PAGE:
Introduction to Meditation
There are many cultural stereotypes that may hinder your meditation introduction and should be addressed upfront. Case in point: Surely you have seen cartoons of an emaciated man in a loincloth, sitting in a lotus position on a lonely mountaintop. Meditation is often thought of as a way to escape our everyday reality. But the practice can do just the opposite.
What we “escape” is only the artificial requirements of our everyday lives and the thoughts, the background noises that control them. Meditation invites the individual to accept who and where he or she already is. In fact, meditation, by helping us clear away clutter in our minds, can bring our present reality into sharp focus.
What is the meditation process?
For many who have had an introduction to meditation or who already meditate regularly, the practice is meaningful because it can increase consciousness and altered states of awareness. We develop an understanding of how our lives have purpose and meaning, how we are connected to others and something larger than ourselves. In other words, meditators can choose to use their practice to cultivate a spiritual perspective. The practice of meditation is like cultivating a small plant that has sprung from the seed of our most essential self. Meditation nurtures us in a way that creates space for us to grow and blossom, to recognize and become our most authentic and vibrant self.
We hear a lot today about our world at a tipping point, precariously balanced between war and peace, health and illness, nature’s harmony and chaos. The introduction to meditation brings integration and balance to all our seemingly disparate parts and our understanding of our place in the world. We sit grounded in the earth while reaching for the vastness of the heavens. What we create in between, in meditation, is the magical alchemy of what makes us truly and fully human.
What is a single point of focus?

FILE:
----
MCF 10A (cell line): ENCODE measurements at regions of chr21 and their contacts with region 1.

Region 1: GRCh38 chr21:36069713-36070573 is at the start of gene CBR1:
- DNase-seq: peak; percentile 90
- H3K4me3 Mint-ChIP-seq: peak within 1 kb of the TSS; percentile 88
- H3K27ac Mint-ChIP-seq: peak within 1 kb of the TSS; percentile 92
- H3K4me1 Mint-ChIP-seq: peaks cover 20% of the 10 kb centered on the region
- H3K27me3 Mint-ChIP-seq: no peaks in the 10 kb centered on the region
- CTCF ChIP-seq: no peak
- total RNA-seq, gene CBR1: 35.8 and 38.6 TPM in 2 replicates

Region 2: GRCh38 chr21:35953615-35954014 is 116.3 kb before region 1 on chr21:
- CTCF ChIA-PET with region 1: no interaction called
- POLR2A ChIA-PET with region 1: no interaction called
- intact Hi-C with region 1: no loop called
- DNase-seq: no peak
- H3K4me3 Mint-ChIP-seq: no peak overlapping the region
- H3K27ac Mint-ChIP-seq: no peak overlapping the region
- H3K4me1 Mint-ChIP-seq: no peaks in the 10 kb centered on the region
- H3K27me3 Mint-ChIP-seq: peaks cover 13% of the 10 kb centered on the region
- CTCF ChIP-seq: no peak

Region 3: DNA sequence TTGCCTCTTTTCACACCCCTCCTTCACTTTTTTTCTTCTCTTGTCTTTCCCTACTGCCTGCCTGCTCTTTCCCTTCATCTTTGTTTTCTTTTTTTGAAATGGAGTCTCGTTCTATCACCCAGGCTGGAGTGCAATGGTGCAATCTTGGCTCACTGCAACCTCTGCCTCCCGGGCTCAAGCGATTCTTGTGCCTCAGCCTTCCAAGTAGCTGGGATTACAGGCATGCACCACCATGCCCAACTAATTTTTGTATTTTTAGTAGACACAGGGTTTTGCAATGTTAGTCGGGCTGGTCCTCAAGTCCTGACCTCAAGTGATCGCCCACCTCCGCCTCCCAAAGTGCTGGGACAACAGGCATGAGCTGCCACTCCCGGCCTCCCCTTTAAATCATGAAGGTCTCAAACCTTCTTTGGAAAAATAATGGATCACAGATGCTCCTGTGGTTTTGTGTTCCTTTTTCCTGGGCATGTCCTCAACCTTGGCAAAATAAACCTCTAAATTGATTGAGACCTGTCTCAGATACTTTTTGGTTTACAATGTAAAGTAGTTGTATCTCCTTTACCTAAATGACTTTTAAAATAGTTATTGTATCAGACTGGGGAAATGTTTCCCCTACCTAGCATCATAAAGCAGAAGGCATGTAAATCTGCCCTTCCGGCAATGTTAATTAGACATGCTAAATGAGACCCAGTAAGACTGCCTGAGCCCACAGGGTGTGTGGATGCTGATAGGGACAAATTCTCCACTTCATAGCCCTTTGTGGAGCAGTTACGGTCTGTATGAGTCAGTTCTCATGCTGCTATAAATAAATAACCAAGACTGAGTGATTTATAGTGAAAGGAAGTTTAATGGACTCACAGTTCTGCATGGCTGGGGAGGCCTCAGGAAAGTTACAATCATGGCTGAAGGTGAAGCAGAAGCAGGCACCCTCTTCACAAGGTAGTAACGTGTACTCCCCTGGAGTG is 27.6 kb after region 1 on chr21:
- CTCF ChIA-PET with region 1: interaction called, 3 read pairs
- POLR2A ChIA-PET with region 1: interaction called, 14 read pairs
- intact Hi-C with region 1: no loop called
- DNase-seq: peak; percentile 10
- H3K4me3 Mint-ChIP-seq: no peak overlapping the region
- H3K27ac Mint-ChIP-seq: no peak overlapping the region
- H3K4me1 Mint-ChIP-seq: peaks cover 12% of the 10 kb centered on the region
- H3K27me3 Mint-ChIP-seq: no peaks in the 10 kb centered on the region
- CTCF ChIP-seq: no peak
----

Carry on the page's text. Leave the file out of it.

And there are many paths. Every major religious movement around the world including Christianity, Judaism, Buddhism, Islam, and even shamanism, teaches one or many forms of meditative tradition as a way to cultivate spiritual growth and connection to the Divine. However, the practice of using a single pointed focus can be practiced outside of any religious context for the purpose of taming stress reactions, anxiety, and pain.
You might ask: What is the meditation technique that best suits me? How do I learn about meditation? There are hundreds of books and CD’s on the subject. But having a teacher who is experienced in the practice and who can suggest not just techniques, but the appropriate challenges, guidance and support drawn from their intuitive understanding of where you are along your journey, is most helpful. These pages in All Things Healing will offer both practical advice and inspiration for those seeking to learn more about meditation and its many philosophies and forms as well as countless links and resources to teachers, books and community. We invite you on this journey of discovery.
Kay Goldstein has a Master’s Degree in Clinical Psychology and has been meditating for 18 years. Following her own path as a lifelong spiritual seeker she has enjoyed numerous careers and interests that have led her to teaching and writing about meditation. Kaye provides powerful insight and guidance towards meditation introduction for those who want to follow this path. To learn more about her, go to: www.kaygoldstein.com.